Thursday, July 2, 2009

A New Way to Think about Creativity

A friend sent me a link to this wonderful 19-minute talk on creativity by Elizabeth Gilbert, author of the best-selling memoir Eat, Pray, Love:

In it, Gilbert talks about the creative pressure on her to reproduce the success of Eat, Pray, Love, as friends keep asking her whether she is falling apart from the stress of wondering if the greatest moment of her creative life is behind her. Gilbert responds by asking why artists seem to face this kind of anxiety, when chemical engineers, for example, do not: “Why are we supposed to be afraid of the work we were placed on this earth to do?”
According to Gilbert, we need to return to the ancient view of creativity as the gift of a godlike spirit, or daemon, rather than the post-Renaissance view of creativity as located completely within the lone individual. If we think of creativity as coming from “some distant and unknowable source for distant and unknowable reasons,” we can accept that our creative accomplishments are not entirely up to us. Our task is only to show up for our part of the job; the creative daemon has to show up for his part of the job, as well. We can’t know if the gods will be with us as we do our dance – but, Gilbert tells, us, “Do your dance anyhow.”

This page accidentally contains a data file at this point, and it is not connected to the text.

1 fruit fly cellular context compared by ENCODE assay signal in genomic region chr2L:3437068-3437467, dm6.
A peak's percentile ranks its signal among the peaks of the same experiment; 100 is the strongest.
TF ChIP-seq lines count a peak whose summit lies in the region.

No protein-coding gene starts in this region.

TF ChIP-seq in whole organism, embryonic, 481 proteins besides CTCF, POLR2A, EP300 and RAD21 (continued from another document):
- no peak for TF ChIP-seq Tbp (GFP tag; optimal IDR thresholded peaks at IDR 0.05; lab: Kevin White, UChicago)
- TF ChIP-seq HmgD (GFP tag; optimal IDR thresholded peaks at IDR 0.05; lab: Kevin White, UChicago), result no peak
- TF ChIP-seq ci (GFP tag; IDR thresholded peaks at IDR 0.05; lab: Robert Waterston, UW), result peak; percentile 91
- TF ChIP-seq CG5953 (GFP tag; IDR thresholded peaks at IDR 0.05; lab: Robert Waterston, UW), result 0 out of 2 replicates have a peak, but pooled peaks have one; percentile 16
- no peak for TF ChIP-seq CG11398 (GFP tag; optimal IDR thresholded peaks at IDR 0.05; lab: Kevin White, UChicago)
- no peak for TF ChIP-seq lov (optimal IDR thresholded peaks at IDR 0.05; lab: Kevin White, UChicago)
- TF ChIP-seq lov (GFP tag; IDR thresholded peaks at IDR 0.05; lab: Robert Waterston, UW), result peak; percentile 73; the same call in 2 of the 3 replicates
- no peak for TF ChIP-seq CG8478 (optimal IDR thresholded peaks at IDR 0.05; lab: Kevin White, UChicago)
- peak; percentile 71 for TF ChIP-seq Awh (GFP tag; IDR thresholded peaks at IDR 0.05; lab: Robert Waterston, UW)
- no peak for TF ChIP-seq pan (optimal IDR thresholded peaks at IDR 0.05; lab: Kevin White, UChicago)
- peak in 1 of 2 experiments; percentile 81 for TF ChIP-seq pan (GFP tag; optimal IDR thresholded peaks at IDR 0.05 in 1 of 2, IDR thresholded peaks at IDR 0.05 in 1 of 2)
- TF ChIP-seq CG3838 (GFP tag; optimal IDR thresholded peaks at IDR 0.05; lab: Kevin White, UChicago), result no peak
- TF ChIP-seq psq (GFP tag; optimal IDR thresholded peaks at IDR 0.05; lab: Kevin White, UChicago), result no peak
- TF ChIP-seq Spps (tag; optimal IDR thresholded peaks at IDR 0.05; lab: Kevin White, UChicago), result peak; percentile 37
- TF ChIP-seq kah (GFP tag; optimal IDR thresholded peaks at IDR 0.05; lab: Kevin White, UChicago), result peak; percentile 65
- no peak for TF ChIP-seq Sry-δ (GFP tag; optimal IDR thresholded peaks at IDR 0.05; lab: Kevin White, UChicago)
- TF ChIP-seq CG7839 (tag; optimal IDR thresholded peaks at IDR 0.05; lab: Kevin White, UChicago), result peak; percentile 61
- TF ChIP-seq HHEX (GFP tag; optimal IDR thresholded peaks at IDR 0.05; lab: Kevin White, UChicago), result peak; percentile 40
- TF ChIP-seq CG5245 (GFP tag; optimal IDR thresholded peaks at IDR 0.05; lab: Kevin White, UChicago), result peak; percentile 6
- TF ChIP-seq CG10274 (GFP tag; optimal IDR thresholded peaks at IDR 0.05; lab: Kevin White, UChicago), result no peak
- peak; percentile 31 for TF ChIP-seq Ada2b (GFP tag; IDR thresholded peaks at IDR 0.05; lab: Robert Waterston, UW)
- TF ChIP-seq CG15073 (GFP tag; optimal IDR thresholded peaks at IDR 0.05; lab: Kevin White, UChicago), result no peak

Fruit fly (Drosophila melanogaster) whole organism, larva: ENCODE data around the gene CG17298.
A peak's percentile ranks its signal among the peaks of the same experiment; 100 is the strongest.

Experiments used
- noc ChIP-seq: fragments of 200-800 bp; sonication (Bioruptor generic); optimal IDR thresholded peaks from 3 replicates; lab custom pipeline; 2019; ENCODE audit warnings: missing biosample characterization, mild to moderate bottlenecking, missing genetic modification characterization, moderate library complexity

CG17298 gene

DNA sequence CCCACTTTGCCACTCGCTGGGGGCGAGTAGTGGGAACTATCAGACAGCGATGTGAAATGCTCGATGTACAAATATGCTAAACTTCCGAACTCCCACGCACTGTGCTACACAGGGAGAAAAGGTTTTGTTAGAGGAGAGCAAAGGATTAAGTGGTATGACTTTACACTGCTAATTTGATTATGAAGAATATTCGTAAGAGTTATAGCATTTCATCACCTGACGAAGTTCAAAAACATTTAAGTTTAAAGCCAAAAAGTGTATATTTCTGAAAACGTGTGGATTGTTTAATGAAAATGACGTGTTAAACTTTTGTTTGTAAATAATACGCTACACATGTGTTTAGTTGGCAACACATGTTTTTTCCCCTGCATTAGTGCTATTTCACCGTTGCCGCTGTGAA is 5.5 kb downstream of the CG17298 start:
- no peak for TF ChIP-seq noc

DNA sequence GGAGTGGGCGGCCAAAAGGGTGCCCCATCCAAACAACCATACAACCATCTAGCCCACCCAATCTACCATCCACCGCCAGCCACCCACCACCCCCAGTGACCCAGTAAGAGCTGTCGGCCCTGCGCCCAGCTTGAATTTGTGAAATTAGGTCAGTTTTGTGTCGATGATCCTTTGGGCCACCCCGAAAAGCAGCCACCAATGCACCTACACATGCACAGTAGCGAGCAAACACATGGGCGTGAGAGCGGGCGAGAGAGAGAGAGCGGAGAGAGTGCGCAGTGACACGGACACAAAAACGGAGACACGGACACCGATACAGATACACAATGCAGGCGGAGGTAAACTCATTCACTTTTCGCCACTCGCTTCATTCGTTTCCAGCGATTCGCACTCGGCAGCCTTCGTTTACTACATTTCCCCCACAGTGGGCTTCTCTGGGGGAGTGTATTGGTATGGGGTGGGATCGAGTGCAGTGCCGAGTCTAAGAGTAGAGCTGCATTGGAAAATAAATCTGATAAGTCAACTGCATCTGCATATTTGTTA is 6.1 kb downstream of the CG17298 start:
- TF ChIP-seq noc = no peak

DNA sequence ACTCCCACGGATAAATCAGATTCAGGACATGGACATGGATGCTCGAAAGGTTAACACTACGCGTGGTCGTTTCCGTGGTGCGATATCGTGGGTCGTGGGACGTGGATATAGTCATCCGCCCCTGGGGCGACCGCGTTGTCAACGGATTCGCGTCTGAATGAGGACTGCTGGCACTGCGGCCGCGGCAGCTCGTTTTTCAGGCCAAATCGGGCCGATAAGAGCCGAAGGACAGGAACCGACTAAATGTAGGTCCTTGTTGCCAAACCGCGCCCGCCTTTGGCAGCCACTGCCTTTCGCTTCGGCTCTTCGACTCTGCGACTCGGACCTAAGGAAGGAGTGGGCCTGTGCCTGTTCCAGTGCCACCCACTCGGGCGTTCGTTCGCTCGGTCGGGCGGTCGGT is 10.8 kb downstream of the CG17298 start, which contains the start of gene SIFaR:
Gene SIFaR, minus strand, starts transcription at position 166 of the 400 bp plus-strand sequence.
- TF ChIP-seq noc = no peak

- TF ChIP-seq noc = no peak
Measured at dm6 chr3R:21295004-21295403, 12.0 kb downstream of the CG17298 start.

Have you done your dance today?

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